There’s no downside to mentoring
When consultant Peggy McGillicuddy, was finishing grad school, she wanted to branch out her work experience beyond mental health, a field she’s worked in for 15 years.
“I’ve done it my entire life and I’m a bit depleted from it,” McGillicuddy says. Through The Institute for Performance and Learning, she signed up for a mentoring program in hopes of finding someone who worked in a completely different setting.
“You get to choose,” she says. “I was looking for someone who had a lot of experience.” MentorCity connected her with Elaine La Chappelle, Assistant Director, Leadership Development at the Ontario Real Estate Association.
The program allows you to search for a mentor with specific skills or experience and will help schedule your first meeting. The rest (where you should meet, what you should talk about), is up to you. MentorCity offers ideas to support along the way – like meeting plans, which provide a stronger focus on conversation topics, or mentor activities.
As Debby Carreau writes in Why Mentorship Programs Stop Working, “Simply putting a mentor and mentee together is not a magic bullet in order to make the most of such an arrangement; a certain amount of discipline and commitment also applies. When those elements fail, the relationship between the mentor and the mentee becomes problematic.”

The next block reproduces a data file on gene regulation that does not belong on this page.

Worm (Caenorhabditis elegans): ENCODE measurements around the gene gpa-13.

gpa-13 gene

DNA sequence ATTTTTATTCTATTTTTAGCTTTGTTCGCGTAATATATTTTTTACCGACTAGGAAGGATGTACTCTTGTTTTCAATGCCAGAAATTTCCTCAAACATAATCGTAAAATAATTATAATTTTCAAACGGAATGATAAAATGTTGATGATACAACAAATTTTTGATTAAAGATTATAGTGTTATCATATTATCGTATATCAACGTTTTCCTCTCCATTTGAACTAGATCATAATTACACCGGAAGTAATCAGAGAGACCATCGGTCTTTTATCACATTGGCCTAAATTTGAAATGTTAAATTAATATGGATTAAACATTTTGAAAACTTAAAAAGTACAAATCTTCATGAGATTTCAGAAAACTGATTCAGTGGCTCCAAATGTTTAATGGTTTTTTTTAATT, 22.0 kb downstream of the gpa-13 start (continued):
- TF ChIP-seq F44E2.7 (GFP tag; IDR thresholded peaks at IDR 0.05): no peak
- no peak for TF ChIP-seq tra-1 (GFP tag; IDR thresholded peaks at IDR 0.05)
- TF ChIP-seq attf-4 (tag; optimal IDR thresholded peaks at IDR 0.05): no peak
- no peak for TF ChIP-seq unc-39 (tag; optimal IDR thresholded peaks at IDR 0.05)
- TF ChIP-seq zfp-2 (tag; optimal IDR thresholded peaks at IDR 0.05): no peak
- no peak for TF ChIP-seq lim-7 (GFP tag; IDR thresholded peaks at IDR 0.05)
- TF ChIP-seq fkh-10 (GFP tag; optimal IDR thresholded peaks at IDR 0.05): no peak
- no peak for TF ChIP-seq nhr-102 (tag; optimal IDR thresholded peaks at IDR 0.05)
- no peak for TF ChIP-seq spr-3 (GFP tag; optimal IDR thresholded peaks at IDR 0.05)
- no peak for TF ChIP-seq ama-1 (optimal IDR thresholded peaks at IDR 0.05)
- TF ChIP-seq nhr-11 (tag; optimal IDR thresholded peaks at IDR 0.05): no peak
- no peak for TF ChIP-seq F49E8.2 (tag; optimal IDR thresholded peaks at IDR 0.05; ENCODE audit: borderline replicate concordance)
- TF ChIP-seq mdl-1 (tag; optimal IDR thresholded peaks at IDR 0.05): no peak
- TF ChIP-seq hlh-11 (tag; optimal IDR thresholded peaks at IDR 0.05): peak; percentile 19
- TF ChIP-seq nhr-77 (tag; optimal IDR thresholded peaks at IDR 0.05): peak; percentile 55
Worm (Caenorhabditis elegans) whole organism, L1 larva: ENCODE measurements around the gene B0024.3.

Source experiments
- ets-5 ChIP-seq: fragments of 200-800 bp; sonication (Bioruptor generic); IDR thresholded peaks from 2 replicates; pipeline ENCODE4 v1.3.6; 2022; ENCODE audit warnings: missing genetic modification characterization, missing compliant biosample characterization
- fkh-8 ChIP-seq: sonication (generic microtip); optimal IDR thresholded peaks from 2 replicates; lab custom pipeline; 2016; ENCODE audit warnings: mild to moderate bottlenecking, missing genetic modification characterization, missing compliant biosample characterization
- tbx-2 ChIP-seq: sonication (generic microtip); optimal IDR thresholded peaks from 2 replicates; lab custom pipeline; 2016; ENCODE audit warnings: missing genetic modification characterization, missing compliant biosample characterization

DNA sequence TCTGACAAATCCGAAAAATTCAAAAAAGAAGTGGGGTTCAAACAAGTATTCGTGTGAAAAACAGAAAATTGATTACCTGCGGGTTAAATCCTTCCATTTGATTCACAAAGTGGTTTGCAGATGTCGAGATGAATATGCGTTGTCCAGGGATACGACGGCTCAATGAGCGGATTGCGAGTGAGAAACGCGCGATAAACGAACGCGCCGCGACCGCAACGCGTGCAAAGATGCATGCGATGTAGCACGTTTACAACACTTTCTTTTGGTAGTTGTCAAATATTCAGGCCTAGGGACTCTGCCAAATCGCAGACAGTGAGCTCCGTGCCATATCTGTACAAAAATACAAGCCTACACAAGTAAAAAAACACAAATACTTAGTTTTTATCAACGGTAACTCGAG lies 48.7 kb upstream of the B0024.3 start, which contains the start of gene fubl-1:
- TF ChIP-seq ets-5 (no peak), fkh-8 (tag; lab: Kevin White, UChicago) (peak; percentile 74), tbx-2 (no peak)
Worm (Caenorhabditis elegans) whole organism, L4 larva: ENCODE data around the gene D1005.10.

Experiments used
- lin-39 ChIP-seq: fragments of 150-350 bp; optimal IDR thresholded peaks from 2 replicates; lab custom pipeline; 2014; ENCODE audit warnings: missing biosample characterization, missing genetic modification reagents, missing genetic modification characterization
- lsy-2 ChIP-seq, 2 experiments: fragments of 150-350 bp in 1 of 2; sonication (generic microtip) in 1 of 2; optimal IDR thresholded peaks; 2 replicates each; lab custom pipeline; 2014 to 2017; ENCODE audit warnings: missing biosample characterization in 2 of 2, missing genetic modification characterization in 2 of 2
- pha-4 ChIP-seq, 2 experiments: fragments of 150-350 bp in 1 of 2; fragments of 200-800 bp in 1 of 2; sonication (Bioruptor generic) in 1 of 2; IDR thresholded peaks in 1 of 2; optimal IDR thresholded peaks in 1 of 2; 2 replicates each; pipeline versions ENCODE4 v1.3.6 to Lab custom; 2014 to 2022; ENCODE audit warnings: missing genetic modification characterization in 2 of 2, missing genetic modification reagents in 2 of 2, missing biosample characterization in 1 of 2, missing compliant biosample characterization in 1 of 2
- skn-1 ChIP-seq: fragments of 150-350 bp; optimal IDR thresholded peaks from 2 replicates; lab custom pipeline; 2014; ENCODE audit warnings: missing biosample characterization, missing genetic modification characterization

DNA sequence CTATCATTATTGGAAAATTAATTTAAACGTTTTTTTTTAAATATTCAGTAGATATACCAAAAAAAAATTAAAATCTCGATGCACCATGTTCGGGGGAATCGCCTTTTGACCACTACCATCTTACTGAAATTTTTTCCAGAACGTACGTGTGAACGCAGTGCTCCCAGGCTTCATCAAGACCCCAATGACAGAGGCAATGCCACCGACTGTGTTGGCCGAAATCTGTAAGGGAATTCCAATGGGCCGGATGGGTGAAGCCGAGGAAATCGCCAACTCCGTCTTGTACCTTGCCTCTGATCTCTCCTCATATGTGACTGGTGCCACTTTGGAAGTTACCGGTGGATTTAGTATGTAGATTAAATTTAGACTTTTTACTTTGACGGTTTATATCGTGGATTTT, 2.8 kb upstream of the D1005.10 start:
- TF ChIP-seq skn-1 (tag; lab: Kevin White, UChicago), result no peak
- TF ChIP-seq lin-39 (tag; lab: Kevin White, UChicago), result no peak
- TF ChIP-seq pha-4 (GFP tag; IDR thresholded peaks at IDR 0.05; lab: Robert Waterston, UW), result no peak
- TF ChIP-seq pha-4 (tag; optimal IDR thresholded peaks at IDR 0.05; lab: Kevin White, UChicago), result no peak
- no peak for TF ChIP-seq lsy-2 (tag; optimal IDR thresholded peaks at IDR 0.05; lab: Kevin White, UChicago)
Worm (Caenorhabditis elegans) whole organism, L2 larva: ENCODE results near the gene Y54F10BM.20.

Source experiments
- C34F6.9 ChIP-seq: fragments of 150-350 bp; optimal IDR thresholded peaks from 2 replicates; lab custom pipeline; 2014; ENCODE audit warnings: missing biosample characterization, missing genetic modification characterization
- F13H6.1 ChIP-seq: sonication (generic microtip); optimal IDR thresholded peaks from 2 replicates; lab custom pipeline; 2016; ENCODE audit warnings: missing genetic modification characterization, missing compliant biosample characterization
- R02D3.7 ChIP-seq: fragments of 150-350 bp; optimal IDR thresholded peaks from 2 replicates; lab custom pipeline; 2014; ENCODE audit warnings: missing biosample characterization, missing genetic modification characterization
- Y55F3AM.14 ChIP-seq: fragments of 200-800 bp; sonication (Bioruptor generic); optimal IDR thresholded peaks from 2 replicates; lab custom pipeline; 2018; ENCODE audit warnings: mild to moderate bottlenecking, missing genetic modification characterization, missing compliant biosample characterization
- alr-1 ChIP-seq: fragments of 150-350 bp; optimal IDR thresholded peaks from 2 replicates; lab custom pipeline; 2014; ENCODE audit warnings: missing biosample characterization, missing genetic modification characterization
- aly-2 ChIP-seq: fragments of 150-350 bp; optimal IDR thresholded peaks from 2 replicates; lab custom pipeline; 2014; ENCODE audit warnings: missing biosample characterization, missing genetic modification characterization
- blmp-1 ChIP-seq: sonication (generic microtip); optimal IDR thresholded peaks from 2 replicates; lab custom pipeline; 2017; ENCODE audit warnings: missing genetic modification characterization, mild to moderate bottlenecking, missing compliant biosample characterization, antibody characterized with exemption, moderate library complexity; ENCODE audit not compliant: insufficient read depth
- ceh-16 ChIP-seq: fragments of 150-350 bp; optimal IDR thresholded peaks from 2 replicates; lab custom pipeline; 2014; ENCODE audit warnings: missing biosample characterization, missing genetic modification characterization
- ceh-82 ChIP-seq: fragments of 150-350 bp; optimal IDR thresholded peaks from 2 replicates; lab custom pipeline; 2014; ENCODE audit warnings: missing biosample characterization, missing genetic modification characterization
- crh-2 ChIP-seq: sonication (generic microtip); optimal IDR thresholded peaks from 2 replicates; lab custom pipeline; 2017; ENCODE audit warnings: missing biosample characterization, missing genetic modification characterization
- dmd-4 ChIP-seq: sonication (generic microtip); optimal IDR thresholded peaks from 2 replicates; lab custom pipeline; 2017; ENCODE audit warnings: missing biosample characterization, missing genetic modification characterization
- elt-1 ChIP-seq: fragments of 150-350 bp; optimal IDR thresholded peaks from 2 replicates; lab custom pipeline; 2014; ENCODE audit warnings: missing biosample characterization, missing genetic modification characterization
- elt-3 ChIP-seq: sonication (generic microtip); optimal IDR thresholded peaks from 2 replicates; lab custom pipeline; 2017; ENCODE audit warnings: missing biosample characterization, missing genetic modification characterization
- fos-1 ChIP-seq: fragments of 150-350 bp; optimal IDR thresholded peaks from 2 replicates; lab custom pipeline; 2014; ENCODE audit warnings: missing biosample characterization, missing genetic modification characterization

Although McGillicuddy had never had a formal mentor before, “That kind of relationship in the workplace was really valuable to me,” she says. “I sought out help and I would tell anybody, especially those starting out a career, to do that.”
The pair met once a month at Williams Fresh Café and quickly hit it off. Her mentor, La Chappelle, is an educator and believes “you’re always sharing with people and learning from them. Mentoring just fits perfectly,” she says.
Their conversations were structured around their struggles at work and career journey; McGillicuddy recalls the most helpful thing her mentor ever did was coaching her and pointing out the transferability of her skills, when she wasn’t realizing it. “She coached me on how to put my resume together, what to highlight, etc.,” she says.
Mentor La Chappelle says, “You’re not there just to give advice – it’s about the conversation and dialogue, sharing ideas and possibilities, what ifs.”
So when her workplace was looking for a facilitator, La Chappelle offered the gig to her mentee. “Peggy had everything I would have needed,” she says confidently. “I knew her, I thought, why not add to her resume and show that she can work outside of her field?”
The pair kept meeting together once the formal mentorship program ended. “People should do it. There’s no downside, even if you don’t get what you think you’re going to get out of it, you get something.” For La Chappelle, she got a new friend.
“I think we play both roles (mentee and mentor) right until we die. We might as well embrace both of them,” La Chappelle says.
She’s already signed up for round two.
This is an exclusive member benefit. Track your hours the MentorCity system – they contribute to Continuing Education Units (CEUs) for maintaining the CTP/CTDP designation.
Spots fill up quickly! Apply before September 28 (email firstname.lastname@example.org) to participate in the next mentoring round.